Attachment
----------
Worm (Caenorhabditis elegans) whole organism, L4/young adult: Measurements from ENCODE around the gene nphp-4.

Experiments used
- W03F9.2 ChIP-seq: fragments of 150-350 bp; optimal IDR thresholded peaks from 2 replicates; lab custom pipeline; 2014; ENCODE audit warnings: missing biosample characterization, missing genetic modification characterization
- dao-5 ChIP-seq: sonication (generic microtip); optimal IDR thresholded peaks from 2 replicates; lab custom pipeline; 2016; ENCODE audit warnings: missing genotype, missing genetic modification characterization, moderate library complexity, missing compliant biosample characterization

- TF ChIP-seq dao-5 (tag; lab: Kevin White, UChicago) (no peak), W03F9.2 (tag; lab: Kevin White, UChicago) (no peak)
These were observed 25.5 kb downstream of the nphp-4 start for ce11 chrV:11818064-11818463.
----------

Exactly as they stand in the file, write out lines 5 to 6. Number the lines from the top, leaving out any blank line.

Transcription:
- TF ChIP-seq dao-5 (tag; lab: Kevin White, UChicago) (no peak), W03F9.2 (tag; lab: Kevin White, UChicago) (no peak)
These were observed 25.5 kb downstream of the nphp-4 start for ce11 chrV:11818064-11818463.